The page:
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About The Coquille Valley sentinel. (Coquille, Coos County, Or.) 1921-2003 | View Entire Issue (Sept. 28, 1939)
The I Coquille Valley Sentinel
COQUILLE, COO8 COUNTY. ORB. THURSDAY. SEPTEMBER 38, 1939
One man whose knowledge of what
new automobile* a lot of motorists
will drive for IMO in up to the min
uta, first-hand and authentic, is
Oscar Larsen, of the City Motors
Dodge agency here.
Mr. Larson returned recently from
Portland where he participated in a
field conference, called by sales offi
cials of the Dodge division of Chrys
ler Motor Corporation and attended
by a large gathering of Dodge dealers
and dealers’ sales and service execu
“The meeting had several important
purposes,” Mr. Larson reports. "First
there were interesting reviews of the
wide public acceptance of the 1939
Dodge models. These reviews were
followed by discussions of sales and
service plans for 1940 and by pre
sentations of advertising, sales pro
motion and new-model demonstration
procedures designed to acquaint the
public with the unusual attractions
of the IMO models.
“Naturally, the most interesting
part of the meeting,” Mr. Larson ad
mits, “was the dealers* preview of
1940 Dodge passenger cars, factory
samples of which had been specially
shipped to the conference. Though
the cars impressed the dealers who
saw them by their obvious, eye-fill
ing beauty, no public statement of
mechanical changes and innovations
is authorized just yet. These details
will be revealed at ‘announcement
time,' when the whole story of the
new Dodge will be told to the public.
Keep in touch with events in Eu
rope—hear the news when its made.
The new Gilfillan radios at Norton's
are just what you need. Moderately
priced—terms in reason.
Following seizure of more than 3,-
600 pounds of butter in several towns
in one western Oregon county be
cause it was not up to the required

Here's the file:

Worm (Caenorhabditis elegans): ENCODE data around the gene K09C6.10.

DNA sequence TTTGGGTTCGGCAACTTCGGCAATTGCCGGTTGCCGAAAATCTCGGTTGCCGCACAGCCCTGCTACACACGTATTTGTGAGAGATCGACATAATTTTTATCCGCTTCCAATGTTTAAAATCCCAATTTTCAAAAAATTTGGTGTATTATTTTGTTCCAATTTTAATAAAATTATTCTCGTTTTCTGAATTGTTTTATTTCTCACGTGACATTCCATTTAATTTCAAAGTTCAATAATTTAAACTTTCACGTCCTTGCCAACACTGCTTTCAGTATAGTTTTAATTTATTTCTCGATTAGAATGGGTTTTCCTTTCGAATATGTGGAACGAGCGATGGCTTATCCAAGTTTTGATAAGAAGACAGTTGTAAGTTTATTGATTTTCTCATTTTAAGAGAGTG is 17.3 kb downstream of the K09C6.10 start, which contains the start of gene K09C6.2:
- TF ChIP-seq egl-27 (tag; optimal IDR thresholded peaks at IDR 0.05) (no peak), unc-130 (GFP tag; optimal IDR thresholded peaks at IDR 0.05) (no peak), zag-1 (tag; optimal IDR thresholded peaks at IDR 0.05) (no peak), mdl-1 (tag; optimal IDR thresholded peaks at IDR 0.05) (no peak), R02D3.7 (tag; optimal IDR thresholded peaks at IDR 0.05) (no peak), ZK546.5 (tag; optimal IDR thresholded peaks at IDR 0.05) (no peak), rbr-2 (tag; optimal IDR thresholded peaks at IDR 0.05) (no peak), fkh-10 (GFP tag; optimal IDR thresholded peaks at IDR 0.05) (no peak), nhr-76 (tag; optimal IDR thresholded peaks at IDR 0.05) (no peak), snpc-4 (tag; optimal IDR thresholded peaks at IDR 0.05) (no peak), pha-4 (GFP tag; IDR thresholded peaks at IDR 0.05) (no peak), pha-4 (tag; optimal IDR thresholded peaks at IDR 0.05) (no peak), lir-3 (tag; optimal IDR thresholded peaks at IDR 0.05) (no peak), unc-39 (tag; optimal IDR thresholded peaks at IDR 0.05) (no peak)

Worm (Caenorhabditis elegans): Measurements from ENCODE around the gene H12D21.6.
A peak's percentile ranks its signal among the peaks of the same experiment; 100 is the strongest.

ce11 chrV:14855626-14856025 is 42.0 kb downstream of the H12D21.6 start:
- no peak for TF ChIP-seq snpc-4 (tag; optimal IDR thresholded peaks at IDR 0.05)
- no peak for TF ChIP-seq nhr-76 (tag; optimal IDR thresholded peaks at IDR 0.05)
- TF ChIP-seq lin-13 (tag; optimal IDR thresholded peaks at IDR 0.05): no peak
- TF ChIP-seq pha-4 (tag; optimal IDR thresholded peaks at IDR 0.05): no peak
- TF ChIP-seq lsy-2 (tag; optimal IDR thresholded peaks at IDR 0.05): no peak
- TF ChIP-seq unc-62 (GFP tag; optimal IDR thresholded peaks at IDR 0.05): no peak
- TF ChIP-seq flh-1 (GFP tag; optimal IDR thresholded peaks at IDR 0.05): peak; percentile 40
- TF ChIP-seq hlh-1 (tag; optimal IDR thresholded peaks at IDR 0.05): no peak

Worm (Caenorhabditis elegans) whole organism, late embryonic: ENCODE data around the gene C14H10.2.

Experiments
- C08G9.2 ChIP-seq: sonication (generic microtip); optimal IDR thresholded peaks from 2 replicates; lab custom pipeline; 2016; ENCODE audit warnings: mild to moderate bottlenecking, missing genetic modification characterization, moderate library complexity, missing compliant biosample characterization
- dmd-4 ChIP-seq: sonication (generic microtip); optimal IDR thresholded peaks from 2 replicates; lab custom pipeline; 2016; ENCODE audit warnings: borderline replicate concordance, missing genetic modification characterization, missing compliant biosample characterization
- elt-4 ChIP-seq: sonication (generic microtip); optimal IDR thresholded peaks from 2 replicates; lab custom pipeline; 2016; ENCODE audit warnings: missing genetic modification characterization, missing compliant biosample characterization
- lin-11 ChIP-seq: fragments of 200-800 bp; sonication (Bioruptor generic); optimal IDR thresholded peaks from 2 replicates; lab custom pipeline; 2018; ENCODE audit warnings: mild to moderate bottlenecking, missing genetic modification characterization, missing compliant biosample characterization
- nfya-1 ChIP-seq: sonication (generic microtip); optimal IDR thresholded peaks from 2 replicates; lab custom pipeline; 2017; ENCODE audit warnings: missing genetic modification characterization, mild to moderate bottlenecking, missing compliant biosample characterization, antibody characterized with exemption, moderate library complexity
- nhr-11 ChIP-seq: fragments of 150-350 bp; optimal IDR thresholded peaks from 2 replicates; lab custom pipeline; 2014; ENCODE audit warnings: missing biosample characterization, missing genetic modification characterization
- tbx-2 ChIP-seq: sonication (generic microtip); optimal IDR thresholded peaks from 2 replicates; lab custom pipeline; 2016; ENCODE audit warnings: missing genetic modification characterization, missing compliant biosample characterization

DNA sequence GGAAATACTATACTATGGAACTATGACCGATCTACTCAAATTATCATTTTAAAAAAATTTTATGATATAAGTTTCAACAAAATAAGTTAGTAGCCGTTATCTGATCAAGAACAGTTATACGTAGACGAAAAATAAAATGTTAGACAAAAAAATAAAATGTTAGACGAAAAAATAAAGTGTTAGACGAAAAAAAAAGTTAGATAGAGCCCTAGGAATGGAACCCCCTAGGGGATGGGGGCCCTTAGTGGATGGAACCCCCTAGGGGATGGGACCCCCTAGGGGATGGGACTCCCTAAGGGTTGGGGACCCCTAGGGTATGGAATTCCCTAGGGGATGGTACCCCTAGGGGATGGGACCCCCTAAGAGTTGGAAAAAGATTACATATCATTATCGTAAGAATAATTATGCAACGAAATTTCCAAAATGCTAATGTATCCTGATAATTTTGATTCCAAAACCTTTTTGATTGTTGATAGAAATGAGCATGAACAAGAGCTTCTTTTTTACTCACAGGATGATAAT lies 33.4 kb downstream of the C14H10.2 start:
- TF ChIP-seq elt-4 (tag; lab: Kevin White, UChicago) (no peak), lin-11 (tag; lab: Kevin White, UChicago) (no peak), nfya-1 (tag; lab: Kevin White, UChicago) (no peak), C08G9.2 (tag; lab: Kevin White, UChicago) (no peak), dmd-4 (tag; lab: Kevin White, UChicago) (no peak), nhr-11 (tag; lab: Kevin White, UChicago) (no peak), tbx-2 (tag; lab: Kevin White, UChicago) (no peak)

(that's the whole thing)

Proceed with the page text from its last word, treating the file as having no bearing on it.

standard of the Grade A with which
it was branded, Director J. D. Mickle
of the state department of agriculture
this week warned that the depart
ment will check the entire state for
The butter in question was held for
relabeling as Grade B butter follow
ing inspections by the department
“Oregon several years ago passed a
law setting up consumer grades for
butter and it is an obligation of the
department to see that this law is
upheld, as well as an obligation of
the creameries to comply with it,”
Director Mickle said.
“When a grocer buys Grade A but
ter, he does so in full faith that he
is supplying the consumer with that
grade of butter, and it is the inten
tion of the department to uphold the
law so the consumer may continue to
buy with confidence,” he added.
The Parkersburg Pioneer Picnic and
fair given Sunday was very well at
tended, something over 100 people
signing the guest register. The booths
in all departments were very well
filled. Mrs. Rycraft, head of the 4-H
work in the Riverton school, had a
very nice display and McNair Hwde,
of Bandon, a creditable display of
The morning hours were spent re
newing old acquaintances and play
ing horsesiye. Following the lunch
eon were a few impromptu talks by
those who did the judging and a short
program. Those in charge of the
general arrangements were the club
president, Mrs. Jack Haga, vice-presi
dent Mrs. Harry Heffley and secre
tary-treasurer Mrs. Eugene Ham
block. The fresh vegetables and fresh
fruits booth was under the supervis
ion of Mrs. D. P. Jenkins and Mrs. J.
At the antique and novelty booth
were Mrs. Eugene Hamblock and Mrs.
Arthur Albertson. Mrs. Alie New
ton and Mrs. Cecil Albertson had
charge of the children department.
The fancy work and flower booth was
arranged by Mrs. Henry Miller and
Mrs. Harry Heffley and Mrs. L.
Bermte* and Mrs. Roy Jenkins cared